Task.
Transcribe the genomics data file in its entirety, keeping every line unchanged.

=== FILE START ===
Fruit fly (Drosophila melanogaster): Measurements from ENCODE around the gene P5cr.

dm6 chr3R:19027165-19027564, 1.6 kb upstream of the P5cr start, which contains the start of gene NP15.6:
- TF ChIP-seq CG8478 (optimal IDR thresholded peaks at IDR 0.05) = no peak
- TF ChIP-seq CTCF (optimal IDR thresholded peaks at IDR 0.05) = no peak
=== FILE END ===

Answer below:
Fruit fly (Drosophila melanogaster): Measurements from ENCODE around the gene P5cr.

dm6 chr3R:19027165-19027564, 1.6 kb upstream of the P5cr start, which contains the start of gene NP15.6:
- TF ChIP-seq CG8478 (optimal IDR thresholded peaks at IDR 0.05) = no peak
- TF ChIP-seq CTCF (optimal IDR thresholded peaks at IDR 0.05) = no peak